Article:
Statistically, Dowdell is one of the best rebounders in the draft, with an average offensive rebounding rate and an outstanding defensive rebounding rate of just over 23%. She's also a very efficient scorer across the board. If there is anything that stands out statistically, it's that her turnover rate is nearly twice that of her assist rate.
Like the other players in this group, what will hurt Dowdell's draft position is her height and questions about whether the power game that she has used to overwhelm college competition will work against professionals. Secondly, she didn't exactly face the toughest competition this season. However, what makes Dowdell impressive compared to some of the more highly touted prospects who will be drafted ahead of her is that she just seems to have a better understanding of the game than most college players.
It's difficult to ever count out the type of "indomitable will" that Thompson has, especially when it translates into a defensive rebounding percentage of about 20%. In addition, Thompson might be an underrated passer with an assist rate of nearly 14%, though it's offset by a turnover rate of just over 14%. Thompson put up a solid Boxscore, but it was mostly on the strength of her rebounding -- most of her shooting numbers were well below average this season despite improving her shot over the course of her career.
What cannot be accounted for in any way is the will that Thompson shows on the court. Her performance against Stanford today will go a long way toward showing scouts what she can do.
Deserves a look for her level of production at Drexel and she's a player that could get into training camp and be a light surprise.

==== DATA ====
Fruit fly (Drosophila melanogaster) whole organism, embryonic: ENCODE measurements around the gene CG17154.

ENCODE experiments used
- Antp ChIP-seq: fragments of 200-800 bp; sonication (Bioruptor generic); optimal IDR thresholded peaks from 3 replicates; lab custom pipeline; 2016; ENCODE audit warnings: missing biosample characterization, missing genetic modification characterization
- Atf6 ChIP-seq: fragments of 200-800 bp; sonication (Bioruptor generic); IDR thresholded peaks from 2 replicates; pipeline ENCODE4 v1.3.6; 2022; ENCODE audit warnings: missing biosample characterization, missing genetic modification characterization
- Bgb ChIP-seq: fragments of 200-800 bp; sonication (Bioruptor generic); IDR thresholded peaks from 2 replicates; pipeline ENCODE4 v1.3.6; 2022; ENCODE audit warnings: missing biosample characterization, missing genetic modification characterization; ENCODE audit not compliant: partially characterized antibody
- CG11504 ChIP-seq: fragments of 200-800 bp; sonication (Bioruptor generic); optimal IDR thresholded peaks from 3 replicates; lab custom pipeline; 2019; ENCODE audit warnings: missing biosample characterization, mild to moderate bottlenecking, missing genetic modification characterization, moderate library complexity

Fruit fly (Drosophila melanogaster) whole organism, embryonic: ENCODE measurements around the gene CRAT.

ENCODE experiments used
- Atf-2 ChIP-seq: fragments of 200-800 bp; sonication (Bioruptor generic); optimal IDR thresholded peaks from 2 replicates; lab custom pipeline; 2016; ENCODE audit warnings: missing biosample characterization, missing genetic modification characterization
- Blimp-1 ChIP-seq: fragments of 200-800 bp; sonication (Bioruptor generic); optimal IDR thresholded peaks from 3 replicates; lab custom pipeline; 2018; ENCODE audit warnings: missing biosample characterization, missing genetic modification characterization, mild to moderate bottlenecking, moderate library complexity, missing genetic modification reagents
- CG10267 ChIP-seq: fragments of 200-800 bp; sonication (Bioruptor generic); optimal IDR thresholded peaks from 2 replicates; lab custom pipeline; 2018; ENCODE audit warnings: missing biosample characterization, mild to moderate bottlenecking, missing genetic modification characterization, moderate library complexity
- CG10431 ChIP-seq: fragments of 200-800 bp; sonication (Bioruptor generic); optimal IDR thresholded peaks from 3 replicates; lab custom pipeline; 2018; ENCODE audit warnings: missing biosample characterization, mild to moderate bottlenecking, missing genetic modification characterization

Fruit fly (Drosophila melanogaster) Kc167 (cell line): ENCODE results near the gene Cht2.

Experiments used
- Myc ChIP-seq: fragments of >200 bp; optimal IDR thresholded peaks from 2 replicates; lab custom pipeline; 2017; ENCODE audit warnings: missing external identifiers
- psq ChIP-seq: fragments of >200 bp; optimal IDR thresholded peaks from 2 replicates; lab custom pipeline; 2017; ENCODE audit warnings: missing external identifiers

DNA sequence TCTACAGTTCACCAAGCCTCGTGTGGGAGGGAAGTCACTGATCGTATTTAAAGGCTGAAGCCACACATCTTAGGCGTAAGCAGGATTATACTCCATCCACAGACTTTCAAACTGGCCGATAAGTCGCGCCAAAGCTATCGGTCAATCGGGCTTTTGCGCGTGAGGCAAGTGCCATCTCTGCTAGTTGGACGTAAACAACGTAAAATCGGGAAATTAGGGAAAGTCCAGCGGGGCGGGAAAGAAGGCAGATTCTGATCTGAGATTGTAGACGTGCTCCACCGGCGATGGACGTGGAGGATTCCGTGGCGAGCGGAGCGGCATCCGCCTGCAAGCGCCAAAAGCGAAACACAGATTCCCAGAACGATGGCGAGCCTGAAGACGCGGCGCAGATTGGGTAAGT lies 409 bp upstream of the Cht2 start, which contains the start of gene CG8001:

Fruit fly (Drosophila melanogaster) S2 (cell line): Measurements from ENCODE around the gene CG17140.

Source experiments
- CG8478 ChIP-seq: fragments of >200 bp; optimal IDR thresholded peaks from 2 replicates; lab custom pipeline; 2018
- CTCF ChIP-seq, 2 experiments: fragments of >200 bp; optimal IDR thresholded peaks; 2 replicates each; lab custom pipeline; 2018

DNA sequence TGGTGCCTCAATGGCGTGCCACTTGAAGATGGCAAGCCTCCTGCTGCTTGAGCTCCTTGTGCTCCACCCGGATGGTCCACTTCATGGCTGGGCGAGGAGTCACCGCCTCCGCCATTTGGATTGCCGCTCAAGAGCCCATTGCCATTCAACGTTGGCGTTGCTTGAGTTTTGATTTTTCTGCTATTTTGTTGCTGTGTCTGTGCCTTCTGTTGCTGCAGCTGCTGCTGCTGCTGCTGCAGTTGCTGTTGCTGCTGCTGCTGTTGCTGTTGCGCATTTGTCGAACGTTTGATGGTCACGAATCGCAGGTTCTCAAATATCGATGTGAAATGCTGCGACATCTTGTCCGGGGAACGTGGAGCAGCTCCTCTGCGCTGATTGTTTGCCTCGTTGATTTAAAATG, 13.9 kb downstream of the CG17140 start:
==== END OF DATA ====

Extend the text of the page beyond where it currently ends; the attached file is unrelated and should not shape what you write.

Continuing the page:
Marginean is one of those players that moves without the ball and uses space and angles very well, whether that be coming off screens, on the wing, or in the post. She's decisive player who certainly isn't going to hurt a team a team trying to do too much, often getting to where she wants to go in 2 to 3 dribbles. She's clearly a player that pays attention to detail making very precise cuts and making textbook moves, almost to the point of seeming too deliberate. In the right system, she could develop into a role player who adds something off the bench.
Compared to some of the other players listed, Marginean is clearly the one whose style most resembles that of a perimeter player. She has much stronger scoring tendencies and is the most confident ballhandler of this group. However, there might be two questions for her: first, will her crafty moves work against bigger, faster, and stronger WNBA players? Second, who will she defend?
Hollinquest put up some great numbers that earned her some great accolades in college, but her 6'0" stature has to be a concern. She has a bit less of a perimeter game than Thompson and relies heavily on strong first moves to score. The big question for her is whether she can adapt her game to work on the pro level.
Bowman had an outstanding career at Gonzaga and similar to Marginean does an excellent job working in space, whether it be in the half court or on the break, though she doesn't possess quite the ballhandling ability of Marginean. However, she has one statistical oddity working against her - college post players with above average scoring tendencies and below average interior tendencies almost uniformly struggle to make the transition to the WNBA.